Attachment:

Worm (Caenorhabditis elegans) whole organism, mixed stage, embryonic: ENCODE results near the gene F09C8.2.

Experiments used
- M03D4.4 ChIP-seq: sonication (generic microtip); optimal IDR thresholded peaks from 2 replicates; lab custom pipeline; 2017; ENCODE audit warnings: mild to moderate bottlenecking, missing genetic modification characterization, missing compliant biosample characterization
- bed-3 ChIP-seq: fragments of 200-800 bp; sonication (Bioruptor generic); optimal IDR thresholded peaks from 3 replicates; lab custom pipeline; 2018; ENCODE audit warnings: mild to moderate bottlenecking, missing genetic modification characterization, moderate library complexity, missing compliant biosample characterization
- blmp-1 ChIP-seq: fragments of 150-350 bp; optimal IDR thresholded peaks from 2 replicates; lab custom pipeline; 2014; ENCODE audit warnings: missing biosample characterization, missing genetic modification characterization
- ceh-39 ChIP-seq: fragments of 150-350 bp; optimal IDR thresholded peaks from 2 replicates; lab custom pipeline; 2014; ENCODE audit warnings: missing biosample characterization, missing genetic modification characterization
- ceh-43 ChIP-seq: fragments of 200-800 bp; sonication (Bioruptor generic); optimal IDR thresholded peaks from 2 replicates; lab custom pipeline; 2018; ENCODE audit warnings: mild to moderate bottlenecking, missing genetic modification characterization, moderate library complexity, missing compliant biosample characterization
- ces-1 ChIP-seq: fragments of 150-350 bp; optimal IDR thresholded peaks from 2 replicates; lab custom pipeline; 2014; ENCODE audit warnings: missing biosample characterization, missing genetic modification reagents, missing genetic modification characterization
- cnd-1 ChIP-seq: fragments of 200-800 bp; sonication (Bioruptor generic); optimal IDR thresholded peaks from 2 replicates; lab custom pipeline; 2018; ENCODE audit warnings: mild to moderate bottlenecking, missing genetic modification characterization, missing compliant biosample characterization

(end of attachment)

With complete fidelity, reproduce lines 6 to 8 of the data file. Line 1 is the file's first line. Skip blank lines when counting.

- ceh-39 ChIP-seq: fragments of 150-350 bp; optimal IDR thresholded peaks from 2 replicates; lab custom pipeline; 2014; ENCODE audit warnings: missing biosample characterization, missing genetic modification characterization
- ceh-43 ChIP-seq: fragments of 200-800 bp; sonication (Bioruptor generic); optimal IDR thresholded peaks from 2 replicates; lab custom pipeline; 2018; ENCODE audit warnings: mild to moderate bottlenecking, missing genetic modification characterization, moderate library complexity, missing compliant biosample characterization
- ces-1 ChIP-seq: fragments of 150-350 bp; optimal IDR thresholded peaks from 2 replicates; lab custom pipeline; 2014; ENCODE audit warnings: missing biosample characterization, missing genetic modification reagents, missing genetic modification characterization